Target Quarterly Profit Tops Estimates as Holiday Sales Grow

Target’s Earnings Beat Estimates on Holiday Sales

Target Corp., recovering from a hacker attack and its failed expansion into Canada, posted earnings for its fiscal fourth quarter that topped analysts’ estimates, lifted by a holiday sales gain.

Though a $5.1 billion writedown of its Canadian operations led to a net loss, Target’s operating profit exceeded projections. Same-store sales measuring comparable transactions gained 3.2 percent in the period, which ended Jan. 31, the Minneapolis-based company said Wednesday in a statement.

Chief Executive Officer Brian Cornell is refocusing Target on the U.S. after abandoning its money-losing Canadian operations in January. Cornell, a former PepsiCo Inc. executive who took the reins at Target in August, also is working to regain shoppers’ trust following the 2013 data breach.

“Since Cornell came on board, they’ve put the focus back on apparel, home, baby and wellness, and those are positive,” Brian Yarbrough, an analyst at Edward Jones in St. Louis, said in an interview.

“These are the categories that can help differentiate Target from the Wal-Marts and Amazons of the world. It is key that they get back to ‘Tarzhay’ by selling exciting merchandise that drives traffic to stores,” he said, using a common nickname for the retailer. Yarbrough rates the shares a buy.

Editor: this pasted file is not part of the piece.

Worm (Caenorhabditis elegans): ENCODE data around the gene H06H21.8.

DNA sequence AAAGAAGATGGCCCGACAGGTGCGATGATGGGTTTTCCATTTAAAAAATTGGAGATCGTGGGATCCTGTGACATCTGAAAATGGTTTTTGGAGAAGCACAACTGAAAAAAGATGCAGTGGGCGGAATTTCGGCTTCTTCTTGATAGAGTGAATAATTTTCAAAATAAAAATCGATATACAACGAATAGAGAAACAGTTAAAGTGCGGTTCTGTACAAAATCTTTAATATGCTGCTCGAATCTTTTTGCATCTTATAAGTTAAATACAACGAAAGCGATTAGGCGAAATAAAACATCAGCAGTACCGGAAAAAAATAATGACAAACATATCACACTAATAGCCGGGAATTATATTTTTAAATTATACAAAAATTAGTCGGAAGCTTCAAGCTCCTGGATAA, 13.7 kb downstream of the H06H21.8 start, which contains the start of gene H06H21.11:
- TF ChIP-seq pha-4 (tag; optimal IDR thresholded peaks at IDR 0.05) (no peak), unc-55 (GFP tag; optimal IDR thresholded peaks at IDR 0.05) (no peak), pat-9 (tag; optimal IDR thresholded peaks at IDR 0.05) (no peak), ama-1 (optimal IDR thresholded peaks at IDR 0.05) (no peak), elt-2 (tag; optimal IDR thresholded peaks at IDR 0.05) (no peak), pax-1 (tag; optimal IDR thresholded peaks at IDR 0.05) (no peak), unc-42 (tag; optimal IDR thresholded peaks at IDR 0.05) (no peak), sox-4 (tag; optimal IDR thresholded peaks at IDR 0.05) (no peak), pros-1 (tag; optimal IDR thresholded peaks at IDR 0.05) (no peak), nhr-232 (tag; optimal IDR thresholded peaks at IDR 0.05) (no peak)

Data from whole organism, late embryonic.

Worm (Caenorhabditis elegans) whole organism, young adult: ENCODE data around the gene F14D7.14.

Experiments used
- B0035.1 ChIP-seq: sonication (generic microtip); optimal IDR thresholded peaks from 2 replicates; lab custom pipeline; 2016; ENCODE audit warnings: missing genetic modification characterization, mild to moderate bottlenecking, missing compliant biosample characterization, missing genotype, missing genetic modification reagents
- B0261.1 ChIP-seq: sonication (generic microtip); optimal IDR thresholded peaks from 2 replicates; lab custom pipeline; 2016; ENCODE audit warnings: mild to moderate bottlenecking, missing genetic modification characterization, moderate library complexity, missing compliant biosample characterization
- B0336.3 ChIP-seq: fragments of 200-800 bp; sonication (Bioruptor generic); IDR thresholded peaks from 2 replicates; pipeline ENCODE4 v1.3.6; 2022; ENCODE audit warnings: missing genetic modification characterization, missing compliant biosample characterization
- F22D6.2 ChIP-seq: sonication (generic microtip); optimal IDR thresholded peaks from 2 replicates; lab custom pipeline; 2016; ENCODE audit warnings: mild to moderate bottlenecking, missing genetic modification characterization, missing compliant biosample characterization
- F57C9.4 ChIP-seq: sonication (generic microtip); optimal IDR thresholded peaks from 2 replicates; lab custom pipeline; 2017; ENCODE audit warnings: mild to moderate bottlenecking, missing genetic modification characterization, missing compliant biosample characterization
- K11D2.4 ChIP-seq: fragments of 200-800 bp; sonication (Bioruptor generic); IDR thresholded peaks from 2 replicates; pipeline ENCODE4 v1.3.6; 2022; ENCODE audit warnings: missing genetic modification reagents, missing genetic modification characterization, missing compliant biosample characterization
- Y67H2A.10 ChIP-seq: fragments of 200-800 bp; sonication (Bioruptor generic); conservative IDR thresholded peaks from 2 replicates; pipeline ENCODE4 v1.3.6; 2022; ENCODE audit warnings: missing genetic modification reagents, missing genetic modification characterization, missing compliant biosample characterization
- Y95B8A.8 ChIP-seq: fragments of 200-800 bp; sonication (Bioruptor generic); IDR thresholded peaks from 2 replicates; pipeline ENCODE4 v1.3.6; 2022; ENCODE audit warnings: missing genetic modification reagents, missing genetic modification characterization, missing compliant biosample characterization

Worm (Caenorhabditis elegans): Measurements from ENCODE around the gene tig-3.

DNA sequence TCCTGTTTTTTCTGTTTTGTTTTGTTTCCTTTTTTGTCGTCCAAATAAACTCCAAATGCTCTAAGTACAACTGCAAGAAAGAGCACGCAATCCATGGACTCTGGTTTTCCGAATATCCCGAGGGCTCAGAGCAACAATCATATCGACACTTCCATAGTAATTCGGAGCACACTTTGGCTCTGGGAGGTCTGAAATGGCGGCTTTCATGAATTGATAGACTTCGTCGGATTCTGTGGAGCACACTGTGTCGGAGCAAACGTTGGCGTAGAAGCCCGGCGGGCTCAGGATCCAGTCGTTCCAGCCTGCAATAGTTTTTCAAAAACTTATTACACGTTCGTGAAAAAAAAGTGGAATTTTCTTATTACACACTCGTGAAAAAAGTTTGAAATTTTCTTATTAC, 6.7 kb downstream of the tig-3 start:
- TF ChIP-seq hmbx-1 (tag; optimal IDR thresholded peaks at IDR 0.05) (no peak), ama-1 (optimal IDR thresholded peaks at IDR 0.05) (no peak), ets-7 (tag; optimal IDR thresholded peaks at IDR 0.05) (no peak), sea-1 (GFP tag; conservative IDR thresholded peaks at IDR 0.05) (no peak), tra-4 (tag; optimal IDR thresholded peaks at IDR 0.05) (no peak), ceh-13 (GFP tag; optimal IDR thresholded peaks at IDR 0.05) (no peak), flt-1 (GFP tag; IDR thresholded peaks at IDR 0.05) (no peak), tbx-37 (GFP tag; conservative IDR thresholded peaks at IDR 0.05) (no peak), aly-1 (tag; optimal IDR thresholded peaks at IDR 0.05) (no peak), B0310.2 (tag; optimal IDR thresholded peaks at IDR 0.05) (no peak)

First Quarter

Despite the optimism, Target’s forecast for the first quarter came in below analysts’ estimates. Earnings will be 95 cents to $1.05 a share in the period, the company said Wednesday. Analysts had projected $1.06 on average.

The stock gained 0.3 percent to close at $77.15 at the close in New York. Target has gained 1.6 percent this year, trailing the 2.7 percent advance of the Standard & Poor’s 500 Index. Wal-Mart Stores Inc. was down 2.7 percent for the period.

Excluding some items, earnings amounted to $1.50 a share in the fourth quarter. That exceeded the company’s forecast of as much as $1.47. Analysts had predicted $1.46 on average for the period.

On Aug. 12, Cornell became the first outsider ever to become CEO of Target. Over the past three decades, he’s worked for at least six companies, including PepsiCo, Wal-Mart, Michaels Stores Inc. and Safeway Inc.

Leaving Canada

In January, Target announced it was walking away from Canada less than two years after opening stores there. Dismantling operations in the Canadian division, which employed 17,600 people, led to the pretax writedown of $5.1 billion in the fourth quarter, Target said. The Canada unit had amassed more than $2 billion in operating losses since 2011.

Target reported a net loss of $2.64 billion, or $4.10 a share, for the quarter, compared with a profit of $520 million, or 81 cents, a year earlier.

Target is now focused on improving its product assortment, Cornell said in the statement.

“We’re pleased with our fourth-quarter financial results, which were driven by better-than-expected sales and particularly strong performance in our signature categories -- style, baby, kids and wellness,” he said.

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